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Factory labor shortage may rise

By Tiffany Hsu, Los Angeles Times –

U.S. manufacturing industry executives have bemoaned a skills gap in the nation’s workforce, but a new report says the shortfall isn’t a big deal — yet.

By the end of the decade, the shortage of highly skilled workers could balloon to 875,000 from 80,000 to 100,000 workers now, according to a study from Boston Consulting Group.

The current deficiency of workers represents less than 1 percent of the 11.5 million total factory workers in the country, according to the consulting group. Only five of the 50 largest manufacturing centers — Baton Rouge, La.; Charlotte, N.C.; Miami; San Antonio; and Wichita, Kan. — are experiencing fast-growing factory wages, which Boston Consulting Group takes as evidence that demand for workers is outpacing supply.

The numbers “aren’t as bad as many believe,” said Harold L. Sirkin, a Boston Consulting Group senior partner who co-wrote the research.

“It’s much less of an issue in larger communities, where supply and demand evens out more efficiently thanks to the bigger pool of workers,” Sirkin said in a statement. “Investment in training and skills development needs to be stepped up, but there’s little reason to believe that the U.S. cannot remain on track for a manufacturing renaissance by 2020.”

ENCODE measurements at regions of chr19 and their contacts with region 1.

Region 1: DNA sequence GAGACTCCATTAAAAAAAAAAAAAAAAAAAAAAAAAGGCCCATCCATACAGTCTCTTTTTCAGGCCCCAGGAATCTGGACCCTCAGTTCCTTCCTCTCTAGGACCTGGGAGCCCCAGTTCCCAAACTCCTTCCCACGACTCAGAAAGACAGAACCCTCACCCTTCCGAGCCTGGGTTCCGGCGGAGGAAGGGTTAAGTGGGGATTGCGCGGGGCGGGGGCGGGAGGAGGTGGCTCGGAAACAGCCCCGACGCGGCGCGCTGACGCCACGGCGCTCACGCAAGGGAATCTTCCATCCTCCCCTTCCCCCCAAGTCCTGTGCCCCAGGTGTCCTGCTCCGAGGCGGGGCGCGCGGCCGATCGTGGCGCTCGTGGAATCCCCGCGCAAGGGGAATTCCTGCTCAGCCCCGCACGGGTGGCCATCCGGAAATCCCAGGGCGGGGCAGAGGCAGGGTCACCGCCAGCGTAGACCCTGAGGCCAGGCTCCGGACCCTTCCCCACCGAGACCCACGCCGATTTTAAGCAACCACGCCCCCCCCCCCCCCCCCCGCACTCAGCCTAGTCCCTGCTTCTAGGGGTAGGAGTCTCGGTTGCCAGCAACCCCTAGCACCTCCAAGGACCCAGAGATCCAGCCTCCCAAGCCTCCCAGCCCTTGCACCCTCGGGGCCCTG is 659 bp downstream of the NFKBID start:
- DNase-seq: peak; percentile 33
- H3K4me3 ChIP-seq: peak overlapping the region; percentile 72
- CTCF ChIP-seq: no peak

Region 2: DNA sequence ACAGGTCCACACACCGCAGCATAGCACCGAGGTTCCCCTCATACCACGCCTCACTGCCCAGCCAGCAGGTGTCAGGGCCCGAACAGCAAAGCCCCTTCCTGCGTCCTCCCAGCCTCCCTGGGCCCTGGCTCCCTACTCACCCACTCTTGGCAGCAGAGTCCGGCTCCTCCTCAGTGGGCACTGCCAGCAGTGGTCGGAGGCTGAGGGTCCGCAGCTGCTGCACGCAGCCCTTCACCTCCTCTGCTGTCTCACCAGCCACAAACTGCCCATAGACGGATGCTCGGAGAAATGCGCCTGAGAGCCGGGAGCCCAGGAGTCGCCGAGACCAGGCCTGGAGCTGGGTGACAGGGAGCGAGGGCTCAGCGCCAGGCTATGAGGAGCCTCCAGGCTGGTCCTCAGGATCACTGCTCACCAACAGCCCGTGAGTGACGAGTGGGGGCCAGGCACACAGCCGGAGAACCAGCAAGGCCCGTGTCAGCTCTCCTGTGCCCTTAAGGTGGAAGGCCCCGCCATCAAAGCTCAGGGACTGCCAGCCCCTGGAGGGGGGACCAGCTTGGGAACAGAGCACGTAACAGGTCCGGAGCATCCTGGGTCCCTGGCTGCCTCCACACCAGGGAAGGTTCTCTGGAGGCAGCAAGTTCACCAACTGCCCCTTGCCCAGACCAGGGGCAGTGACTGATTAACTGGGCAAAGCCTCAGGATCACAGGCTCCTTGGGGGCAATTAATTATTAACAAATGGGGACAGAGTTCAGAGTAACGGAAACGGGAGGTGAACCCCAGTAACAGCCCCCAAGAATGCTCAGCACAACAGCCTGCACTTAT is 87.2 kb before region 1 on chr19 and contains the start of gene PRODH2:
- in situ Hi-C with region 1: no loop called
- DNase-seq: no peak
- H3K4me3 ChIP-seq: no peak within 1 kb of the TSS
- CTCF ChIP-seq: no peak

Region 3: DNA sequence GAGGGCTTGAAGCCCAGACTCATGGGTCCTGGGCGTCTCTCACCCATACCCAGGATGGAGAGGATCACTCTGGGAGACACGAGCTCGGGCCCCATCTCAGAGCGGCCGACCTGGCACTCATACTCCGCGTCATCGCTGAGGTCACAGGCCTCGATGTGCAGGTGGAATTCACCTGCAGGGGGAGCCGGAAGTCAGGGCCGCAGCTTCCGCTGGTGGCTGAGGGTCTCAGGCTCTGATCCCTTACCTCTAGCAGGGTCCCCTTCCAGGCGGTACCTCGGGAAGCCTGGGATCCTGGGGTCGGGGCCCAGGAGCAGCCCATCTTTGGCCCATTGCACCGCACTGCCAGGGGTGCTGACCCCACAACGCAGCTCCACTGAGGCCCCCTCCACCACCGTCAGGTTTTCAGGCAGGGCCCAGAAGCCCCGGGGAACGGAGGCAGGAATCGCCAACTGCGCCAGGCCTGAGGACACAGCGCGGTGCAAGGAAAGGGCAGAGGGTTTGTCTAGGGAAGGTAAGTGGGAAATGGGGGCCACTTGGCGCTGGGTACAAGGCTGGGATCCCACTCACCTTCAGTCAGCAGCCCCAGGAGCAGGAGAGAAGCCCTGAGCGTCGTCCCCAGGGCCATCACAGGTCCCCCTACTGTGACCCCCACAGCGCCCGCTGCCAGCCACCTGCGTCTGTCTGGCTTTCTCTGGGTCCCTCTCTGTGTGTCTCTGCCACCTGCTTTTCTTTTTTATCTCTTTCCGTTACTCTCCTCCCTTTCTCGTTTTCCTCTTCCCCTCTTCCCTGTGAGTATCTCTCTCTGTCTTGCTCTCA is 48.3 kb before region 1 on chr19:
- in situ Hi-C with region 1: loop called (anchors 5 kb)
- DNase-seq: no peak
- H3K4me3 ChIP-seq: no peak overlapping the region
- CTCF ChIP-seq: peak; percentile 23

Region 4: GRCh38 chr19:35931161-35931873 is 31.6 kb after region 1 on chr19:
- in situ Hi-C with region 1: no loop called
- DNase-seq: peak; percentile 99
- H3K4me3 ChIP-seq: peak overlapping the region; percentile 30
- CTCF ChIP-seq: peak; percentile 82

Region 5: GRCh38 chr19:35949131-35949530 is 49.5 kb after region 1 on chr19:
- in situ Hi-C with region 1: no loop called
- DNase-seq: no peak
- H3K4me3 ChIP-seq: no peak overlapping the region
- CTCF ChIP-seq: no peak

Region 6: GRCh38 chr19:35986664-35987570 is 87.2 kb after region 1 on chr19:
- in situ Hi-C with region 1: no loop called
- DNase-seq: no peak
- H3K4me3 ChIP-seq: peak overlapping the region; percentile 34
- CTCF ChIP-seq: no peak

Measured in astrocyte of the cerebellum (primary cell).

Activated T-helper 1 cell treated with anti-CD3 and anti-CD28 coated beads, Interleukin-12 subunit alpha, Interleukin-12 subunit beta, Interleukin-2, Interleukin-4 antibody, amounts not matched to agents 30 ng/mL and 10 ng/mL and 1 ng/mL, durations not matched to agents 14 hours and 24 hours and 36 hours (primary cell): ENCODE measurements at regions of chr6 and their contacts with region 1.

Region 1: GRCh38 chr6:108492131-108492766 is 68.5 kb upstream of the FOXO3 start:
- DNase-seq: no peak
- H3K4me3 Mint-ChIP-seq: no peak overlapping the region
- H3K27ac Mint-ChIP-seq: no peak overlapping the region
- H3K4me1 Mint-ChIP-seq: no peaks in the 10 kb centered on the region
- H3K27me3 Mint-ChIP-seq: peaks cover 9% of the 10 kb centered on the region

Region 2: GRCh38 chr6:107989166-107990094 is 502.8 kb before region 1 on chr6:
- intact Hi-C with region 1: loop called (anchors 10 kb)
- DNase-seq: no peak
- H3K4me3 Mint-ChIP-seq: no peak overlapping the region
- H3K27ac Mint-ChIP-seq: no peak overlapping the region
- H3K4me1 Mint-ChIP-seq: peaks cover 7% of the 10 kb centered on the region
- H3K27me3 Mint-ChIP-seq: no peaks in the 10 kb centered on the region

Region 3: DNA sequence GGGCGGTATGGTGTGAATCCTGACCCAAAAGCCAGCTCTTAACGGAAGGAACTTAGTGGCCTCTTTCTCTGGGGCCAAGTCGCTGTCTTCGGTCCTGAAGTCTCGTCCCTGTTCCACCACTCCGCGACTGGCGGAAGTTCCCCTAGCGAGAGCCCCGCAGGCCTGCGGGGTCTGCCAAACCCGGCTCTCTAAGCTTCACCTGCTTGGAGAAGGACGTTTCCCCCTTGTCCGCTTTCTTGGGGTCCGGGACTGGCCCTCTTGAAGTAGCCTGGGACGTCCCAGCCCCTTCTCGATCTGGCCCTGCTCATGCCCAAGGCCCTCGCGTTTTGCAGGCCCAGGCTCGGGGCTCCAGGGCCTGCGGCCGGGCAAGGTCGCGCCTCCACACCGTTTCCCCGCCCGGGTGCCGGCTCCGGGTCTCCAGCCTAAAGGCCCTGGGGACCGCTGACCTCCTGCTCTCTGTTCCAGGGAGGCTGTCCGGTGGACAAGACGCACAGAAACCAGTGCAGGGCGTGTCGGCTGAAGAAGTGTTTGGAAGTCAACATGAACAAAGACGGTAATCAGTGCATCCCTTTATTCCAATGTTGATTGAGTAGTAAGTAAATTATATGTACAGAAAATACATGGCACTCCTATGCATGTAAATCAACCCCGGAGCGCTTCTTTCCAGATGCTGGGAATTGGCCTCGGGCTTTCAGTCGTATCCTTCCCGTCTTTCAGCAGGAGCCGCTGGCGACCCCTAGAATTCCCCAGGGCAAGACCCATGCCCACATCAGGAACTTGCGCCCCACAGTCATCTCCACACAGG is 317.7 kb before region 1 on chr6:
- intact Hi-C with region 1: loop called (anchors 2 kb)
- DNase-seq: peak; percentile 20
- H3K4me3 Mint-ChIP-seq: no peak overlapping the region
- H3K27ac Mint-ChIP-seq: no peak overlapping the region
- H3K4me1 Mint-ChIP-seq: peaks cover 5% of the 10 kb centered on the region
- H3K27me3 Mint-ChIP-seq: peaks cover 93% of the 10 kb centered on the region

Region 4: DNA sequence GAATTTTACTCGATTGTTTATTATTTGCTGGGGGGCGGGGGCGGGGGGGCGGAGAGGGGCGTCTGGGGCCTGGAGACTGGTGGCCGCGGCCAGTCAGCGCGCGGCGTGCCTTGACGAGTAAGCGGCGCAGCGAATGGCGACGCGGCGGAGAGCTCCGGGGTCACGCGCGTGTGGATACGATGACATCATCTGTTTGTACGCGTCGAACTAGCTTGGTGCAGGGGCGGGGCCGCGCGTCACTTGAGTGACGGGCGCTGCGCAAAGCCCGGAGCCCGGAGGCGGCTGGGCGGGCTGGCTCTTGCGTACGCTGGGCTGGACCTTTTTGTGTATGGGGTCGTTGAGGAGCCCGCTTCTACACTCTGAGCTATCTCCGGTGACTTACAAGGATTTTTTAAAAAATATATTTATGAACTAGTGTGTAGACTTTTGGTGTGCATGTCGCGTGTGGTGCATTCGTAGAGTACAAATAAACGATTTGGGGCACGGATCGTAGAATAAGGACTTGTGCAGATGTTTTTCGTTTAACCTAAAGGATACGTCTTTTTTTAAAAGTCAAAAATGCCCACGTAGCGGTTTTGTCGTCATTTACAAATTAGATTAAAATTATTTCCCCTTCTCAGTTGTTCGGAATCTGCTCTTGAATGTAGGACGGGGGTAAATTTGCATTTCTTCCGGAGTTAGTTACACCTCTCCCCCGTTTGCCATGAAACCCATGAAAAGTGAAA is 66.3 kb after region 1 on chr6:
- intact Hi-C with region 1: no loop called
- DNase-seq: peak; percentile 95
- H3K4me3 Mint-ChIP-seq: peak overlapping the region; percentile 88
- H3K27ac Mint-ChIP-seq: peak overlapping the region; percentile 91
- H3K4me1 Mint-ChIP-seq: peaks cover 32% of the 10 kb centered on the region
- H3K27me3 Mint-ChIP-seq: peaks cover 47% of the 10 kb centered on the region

Last month, the factory sector grew for the first time in three months, according to a report from the Institute for Supply Management.

Boston Consulting Group said that the U.S. is on track to create as many as 5 million manufacturing and supporting jobs by 2020 by recapturing production from China and offering an alternative to high labor and energy costs in Western Europe and Japan.

But at the same time, U.S. factories are watching their workforce age and begin to retire. The average high-skilled manufacturing worker in the country is 56 years old.

As the industry ramps up output and exports, Boston Consulting Group said companies need to invest more energy into filling the gap.

Currently, just 16 percent of manufacturers recruit in high schools, while 57 percent partner with community colleges on training programs, according to the firm.

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I spent the majority of my professional life in factory’s and back in the day the company used to invest in training skills for their employee’s. It was used as a employee benefit and one company I was with had a actual shop teacher on staff. He taught precisin gauge and equipment reading as well as blue print and method reading and your wage increase was based on your grades. The sam company paid for my tool and die training and this was a great tool for the company to keep employees. They also sponsored Softball, basketball, rifle team and other sports. We were paid to participate in the company sports. This certainl built loyalty to the company. Something that has been lost today.

I agree with you 100 percent. My brother worked for a company here in town and the owner took him under his wing so to speak and taught him the ropes. He is now a machinist in Denver ( company here closed). He changed my brothers life and for that I will always be grateful.

Problem is most of the people Obama is bring into the country. Are to stupid to read a tape measure. I was in a factory for 25 years. Most can’t read and could care less about learning to speak english.

Yeah none of those people were here before Obama. People like you are the problem with this country. You are no better than the people that blame Bush for everything. I’ll bet when something goes wrong at work it’s everyones fault but yours!

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